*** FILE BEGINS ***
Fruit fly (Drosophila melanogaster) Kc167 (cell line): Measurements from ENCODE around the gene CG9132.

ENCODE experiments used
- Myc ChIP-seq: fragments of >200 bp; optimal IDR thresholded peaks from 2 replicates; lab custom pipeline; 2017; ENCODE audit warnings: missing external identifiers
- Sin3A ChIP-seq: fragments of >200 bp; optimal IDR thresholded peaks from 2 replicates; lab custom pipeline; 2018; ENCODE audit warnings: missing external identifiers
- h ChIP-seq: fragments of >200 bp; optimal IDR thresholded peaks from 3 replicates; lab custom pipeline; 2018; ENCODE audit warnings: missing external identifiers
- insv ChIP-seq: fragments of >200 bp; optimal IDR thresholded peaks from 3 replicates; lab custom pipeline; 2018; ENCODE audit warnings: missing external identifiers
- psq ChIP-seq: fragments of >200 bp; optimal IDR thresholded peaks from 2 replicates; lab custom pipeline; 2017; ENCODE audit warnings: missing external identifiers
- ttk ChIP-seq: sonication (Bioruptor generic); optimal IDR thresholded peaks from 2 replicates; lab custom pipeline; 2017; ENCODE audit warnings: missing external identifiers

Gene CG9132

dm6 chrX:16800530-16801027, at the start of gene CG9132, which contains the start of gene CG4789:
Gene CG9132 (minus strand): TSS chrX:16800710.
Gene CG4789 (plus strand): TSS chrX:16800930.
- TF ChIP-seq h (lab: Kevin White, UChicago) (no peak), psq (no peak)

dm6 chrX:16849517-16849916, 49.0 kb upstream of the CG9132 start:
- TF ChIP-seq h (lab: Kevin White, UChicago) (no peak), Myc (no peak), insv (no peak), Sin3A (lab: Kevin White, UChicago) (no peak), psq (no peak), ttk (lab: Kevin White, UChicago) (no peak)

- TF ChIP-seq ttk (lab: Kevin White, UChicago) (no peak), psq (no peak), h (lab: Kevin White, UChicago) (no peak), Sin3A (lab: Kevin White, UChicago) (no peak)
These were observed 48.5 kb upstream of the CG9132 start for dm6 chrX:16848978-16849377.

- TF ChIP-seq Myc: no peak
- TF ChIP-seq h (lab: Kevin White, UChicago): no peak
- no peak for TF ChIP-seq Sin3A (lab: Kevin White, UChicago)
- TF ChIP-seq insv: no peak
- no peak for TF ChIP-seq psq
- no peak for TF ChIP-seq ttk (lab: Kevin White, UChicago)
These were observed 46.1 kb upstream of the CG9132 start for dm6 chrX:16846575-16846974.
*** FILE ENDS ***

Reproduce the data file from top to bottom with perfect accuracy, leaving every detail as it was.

Fruit fly (Drosophila melanogaster) Kc167 (cell line): Measurements from ENCODE around the gene CG9132.

ENCODE experiments used
- Myc ChIP-seq: fragments of >200 bp; optimal IDR thresholded peaks from 2 replicates; lab custom pipeline; 2017; ENCODE audit warnings: missing external identifiers
- Sin3A ChIP-seq: fragments of >200 bp; optimal IDR thresholded peaks from 2 replicates; lab custom pipeline; 2018; ENCODE audit warnings: missing external identifiers
- h ChIP-seq: fragments of >200 bp; optimal IDR thresholded peaks from 3 replicates; lab custom pipeline; 2018; ENCODE audit warnings: missing external identifiers
- insv ChIP-seq: fragments of >200 bp; optimal IDR thresholded peaks from 3 replicates; lab custom pipeline; 2018; ENCODE audit warnings: missing external identifiers
- psq ChIP-seq: fragments of >200 bp; optimal IDR thresholded peaks from 2 replicates; lab custom pipeline; 2017; ENCODE audit warnings: missing external identifiers
- ttk ChIP-seq: sonication (Bioruptor generic); optimal IDR thresholded peaks from 2 replicates; lab custom pipeline; 2017; ENCODE audit warnings: missing external identifiers

Gene CG9132

dm6 chrX:16800530-16801027, at the start of gene CG9132, which contains the start of gene CG4789:
Gene CG9132 (minus strand): TSS chrX:16800710.
Gene CG4789 (plus strand): TSS chrX:16800930.
- TF ChIP-seq h (lab: Kevin White, UChicago) (no peak), psq (no peak)

dm6 chrX:16849517-16849916, 49.0 kb upstream of the CG9132 start:
- TF ChIP-seq h (lab: Kevin White, UChicago) (no peak), Myc (no peak), insv (no peak), Sin3A (lab: Kevin White, UChicago) (no peak), psq (no peak), ttk (lab: Kevin White, UChicago) (no peak)

- TF ChIP-seq ttk (lab: Kevin White, UChicago) (no peak), psq (no peak), h (lab: Kevin White, UChicago) (no peak), Sin3A (lab: Kevin White, UChicago) (no peak)
These were observed 48.5 kb upstream of the CG9132 start for dm6 chrX:16848978-16849377.

- TF ChIP-seq Myc: no peak
- TF ChIP-seq h (lab: Kevin White, UChicago): no peak
- no peak for TF ChIP-seq Sin3A (lab: Kevin White, UChicago)
- TF ChIP-seq insv: no peak
- no peak for TF ChIP-seq psq
- no peak for TF ChIP-seq ttk (lab: Kevin White, UChicago)
These were observed 46.1 kb upstream of the CG9132 start for dm6 chrX:16846575-16846974.